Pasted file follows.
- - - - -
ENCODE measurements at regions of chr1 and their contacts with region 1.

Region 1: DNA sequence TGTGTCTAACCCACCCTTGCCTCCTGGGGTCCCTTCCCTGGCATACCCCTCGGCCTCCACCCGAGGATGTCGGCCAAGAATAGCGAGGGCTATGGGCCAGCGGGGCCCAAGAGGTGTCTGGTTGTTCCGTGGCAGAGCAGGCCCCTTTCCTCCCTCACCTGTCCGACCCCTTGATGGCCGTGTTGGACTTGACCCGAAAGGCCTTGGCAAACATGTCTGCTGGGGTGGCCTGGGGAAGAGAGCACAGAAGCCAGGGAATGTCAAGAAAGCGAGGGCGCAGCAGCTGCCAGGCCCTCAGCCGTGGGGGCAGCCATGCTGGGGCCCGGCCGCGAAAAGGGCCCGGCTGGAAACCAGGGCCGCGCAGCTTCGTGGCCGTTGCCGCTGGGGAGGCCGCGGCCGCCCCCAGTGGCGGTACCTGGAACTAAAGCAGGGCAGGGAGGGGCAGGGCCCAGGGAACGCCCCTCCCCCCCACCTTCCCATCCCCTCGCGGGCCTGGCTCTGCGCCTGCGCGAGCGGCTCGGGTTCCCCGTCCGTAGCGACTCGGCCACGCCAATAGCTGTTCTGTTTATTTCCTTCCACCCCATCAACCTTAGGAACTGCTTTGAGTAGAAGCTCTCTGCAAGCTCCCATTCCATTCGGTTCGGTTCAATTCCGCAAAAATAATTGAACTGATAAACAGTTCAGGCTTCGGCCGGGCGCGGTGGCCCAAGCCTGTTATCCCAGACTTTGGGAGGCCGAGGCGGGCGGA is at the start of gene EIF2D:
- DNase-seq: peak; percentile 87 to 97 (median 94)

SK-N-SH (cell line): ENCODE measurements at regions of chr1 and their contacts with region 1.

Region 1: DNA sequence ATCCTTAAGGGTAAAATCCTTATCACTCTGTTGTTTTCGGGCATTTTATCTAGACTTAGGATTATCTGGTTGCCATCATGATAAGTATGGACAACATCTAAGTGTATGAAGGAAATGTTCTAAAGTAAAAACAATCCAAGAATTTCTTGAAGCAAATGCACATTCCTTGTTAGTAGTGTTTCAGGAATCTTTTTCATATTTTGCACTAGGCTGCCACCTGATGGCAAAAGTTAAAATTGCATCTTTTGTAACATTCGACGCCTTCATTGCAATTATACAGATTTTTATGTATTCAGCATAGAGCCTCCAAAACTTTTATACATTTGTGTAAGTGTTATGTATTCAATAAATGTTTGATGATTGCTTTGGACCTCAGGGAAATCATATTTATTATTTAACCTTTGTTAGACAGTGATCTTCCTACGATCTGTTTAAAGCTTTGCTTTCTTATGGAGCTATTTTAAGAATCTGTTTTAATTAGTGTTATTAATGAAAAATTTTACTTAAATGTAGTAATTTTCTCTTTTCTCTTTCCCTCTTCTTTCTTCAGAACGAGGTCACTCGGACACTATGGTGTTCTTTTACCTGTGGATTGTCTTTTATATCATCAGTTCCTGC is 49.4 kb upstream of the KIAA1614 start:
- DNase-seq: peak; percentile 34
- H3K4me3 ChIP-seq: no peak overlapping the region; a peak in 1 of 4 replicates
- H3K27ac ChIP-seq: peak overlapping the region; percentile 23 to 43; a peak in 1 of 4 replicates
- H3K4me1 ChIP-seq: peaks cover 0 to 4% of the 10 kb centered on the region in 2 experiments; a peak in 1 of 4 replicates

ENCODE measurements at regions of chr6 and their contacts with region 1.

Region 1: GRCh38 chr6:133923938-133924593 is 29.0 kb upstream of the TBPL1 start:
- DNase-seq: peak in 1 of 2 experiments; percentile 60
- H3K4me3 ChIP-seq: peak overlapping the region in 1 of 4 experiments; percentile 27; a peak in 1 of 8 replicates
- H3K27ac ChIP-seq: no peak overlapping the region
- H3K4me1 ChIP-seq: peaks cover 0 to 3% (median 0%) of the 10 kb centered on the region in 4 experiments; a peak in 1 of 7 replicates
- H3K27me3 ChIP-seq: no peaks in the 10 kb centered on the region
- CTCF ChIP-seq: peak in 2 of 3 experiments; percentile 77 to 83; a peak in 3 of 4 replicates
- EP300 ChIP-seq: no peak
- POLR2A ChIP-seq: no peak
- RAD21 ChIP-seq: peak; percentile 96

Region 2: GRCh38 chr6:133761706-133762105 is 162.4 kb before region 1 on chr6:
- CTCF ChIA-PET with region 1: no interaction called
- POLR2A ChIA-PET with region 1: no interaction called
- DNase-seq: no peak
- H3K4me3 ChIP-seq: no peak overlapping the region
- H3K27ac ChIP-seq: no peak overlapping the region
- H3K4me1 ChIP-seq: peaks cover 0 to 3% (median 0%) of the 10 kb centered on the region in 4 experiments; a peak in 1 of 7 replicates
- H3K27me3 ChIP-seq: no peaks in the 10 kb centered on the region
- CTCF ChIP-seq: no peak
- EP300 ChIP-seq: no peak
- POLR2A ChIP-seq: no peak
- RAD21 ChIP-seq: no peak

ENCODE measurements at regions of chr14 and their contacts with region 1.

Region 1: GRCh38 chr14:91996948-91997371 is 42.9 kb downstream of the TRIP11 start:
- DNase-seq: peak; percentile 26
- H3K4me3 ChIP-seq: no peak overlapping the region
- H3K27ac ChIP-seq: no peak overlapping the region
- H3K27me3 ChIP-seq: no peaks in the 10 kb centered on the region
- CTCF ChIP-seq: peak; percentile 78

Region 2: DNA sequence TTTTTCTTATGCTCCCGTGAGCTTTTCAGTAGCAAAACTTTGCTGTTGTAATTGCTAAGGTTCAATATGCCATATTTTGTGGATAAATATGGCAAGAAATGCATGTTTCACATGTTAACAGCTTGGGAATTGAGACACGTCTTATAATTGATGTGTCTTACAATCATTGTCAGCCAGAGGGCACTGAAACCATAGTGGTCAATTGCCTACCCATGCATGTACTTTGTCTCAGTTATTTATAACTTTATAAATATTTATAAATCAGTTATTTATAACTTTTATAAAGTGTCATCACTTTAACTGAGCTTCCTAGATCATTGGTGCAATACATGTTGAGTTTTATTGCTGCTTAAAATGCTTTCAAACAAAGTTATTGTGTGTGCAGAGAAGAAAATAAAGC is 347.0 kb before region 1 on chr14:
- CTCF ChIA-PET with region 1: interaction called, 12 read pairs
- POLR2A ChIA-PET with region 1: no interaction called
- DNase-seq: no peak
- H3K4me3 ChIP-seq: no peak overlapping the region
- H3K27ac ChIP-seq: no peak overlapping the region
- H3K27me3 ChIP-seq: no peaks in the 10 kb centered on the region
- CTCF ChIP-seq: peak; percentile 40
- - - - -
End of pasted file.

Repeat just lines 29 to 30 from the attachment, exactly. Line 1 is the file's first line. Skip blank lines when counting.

- CTCF ChIP-seq: no peak
- EP300 ChIP-seq: no peak